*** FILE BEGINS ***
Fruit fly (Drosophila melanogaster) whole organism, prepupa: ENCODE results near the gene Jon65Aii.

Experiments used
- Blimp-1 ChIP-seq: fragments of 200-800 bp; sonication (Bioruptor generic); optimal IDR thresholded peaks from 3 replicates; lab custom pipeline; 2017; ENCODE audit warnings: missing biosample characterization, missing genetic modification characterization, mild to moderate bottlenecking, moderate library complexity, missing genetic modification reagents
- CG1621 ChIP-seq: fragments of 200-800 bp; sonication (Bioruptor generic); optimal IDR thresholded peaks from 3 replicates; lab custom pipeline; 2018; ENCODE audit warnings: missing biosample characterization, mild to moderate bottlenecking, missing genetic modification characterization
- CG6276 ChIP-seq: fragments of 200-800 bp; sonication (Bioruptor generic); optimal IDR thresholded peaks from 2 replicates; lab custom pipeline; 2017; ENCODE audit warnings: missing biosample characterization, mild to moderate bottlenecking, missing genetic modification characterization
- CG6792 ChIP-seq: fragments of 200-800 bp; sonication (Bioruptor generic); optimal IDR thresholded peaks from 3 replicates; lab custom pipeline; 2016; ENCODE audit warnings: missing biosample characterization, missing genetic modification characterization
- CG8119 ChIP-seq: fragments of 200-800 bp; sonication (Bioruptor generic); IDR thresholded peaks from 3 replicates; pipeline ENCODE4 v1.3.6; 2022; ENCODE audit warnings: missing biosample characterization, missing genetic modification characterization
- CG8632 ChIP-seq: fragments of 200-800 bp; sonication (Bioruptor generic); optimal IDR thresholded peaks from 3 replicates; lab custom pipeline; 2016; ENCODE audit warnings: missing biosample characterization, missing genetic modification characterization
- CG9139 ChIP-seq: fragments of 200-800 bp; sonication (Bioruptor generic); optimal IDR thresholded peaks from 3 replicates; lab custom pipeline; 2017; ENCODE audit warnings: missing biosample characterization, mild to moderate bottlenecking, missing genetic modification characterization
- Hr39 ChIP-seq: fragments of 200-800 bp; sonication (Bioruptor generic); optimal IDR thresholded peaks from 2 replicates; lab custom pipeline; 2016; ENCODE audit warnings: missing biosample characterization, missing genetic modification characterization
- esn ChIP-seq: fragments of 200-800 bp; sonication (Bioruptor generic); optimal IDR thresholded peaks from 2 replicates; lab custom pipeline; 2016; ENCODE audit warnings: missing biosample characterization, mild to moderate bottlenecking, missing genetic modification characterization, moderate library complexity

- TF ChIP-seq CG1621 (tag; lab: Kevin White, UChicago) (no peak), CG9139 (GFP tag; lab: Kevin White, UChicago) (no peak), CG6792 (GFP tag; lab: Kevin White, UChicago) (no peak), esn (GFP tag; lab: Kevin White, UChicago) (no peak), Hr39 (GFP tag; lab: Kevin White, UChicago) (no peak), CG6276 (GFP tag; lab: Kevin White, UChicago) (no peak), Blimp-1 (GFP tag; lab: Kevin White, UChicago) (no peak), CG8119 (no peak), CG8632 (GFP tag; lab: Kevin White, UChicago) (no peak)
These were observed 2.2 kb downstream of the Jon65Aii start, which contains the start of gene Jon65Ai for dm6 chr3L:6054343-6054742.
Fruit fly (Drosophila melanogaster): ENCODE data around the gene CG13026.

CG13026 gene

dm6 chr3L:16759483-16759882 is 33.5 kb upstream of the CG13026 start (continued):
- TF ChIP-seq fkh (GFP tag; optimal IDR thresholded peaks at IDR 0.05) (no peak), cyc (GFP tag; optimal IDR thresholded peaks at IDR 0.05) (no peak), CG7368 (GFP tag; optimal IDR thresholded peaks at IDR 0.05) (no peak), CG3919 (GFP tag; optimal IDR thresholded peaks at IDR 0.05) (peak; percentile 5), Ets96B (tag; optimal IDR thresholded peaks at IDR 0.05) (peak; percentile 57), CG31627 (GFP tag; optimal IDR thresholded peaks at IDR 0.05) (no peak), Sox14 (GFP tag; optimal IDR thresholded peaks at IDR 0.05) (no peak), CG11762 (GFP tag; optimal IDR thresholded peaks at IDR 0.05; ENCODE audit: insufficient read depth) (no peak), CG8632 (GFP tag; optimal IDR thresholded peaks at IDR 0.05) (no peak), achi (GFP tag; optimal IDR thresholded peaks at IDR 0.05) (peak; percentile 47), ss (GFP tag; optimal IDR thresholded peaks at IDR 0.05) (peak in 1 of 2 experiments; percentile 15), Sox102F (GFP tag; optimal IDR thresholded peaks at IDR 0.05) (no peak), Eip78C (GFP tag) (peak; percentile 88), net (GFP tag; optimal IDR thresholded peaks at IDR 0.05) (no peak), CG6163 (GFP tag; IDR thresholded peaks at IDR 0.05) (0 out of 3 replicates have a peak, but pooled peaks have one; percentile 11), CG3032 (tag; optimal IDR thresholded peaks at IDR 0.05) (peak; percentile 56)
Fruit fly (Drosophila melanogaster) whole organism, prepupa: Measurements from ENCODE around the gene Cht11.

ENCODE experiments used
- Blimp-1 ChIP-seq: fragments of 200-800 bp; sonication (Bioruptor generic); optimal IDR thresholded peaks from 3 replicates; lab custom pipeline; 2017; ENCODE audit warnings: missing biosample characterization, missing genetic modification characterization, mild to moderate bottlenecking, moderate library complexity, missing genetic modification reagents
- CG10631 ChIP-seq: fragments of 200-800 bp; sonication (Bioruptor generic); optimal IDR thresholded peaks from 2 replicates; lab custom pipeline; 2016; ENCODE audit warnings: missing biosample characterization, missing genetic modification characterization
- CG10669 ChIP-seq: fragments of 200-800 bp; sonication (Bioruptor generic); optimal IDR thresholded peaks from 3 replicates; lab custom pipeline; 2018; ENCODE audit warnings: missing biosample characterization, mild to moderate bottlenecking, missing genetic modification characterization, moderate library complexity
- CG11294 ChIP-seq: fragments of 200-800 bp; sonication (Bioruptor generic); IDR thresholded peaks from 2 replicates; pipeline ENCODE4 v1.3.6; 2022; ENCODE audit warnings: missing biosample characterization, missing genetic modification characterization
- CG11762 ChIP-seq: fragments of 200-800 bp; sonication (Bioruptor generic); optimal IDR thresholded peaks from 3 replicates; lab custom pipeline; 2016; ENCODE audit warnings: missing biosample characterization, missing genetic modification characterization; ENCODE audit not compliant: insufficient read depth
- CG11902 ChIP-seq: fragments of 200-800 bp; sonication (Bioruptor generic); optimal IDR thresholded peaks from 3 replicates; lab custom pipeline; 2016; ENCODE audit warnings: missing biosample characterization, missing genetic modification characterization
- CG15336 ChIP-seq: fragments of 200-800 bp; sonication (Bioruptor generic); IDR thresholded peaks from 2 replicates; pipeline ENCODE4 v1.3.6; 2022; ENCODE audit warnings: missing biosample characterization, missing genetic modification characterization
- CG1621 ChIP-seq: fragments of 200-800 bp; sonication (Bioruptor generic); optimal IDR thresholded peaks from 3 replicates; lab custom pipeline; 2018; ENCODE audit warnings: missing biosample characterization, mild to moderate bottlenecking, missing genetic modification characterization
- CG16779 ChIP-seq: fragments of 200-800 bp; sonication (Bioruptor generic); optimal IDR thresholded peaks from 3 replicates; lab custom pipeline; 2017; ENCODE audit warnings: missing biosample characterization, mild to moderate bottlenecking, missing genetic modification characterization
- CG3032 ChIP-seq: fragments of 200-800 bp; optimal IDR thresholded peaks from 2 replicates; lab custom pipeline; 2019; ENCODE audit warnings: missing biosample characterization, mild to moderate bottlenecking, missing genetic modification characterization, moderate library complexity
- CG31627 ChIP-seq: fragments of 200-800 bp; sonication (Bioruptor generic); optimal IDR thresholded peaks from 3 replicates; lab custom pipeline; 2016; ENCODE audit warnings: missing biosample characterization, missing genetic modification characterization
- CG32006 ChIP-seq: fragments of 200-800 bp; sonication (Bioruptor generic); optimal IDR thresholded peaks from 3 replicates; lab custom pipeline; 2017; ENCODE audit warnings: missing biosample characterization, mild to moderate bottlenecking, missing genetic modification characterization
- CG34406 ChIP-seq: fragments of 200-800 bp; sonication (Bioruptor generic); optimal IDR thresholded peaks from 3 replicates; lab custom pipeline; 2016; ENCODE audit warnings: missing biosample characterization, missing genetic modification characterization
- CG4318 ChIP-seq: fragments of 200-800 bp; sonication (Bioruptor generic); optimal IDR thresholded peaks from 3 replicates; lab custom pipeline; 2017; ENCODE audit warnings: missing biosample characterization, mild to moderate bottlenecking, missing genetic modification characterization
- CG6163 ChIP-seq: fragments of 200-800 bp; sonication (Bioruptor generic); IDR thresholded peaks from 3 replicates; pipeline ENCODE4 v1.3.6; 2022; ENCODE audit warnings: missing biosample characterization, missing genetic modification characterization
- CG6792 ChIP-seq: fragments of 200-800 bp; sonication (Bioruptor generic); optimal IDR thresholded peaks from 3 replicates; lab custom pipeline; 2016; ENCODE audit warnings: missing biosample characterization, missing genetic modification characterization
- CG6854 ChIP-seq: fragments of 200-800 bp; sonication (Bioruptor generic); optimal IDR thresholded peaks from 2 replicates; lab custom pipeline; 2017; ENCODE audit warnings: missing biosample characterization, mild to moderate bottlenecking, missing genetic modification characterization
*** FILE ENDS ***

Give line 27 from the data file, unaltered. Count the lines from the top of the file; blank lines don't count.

- CG1621 ChIP-seq: fragments of 200-800 bp; sonication (Bioruptor generic); optimal IDR thresholded peaks from 3 replicates; lab custom pipeline; 2018; ENCODE audit warnings: missing biosample characterization, mild to moderate bottlenecking, missing genetic modification characterization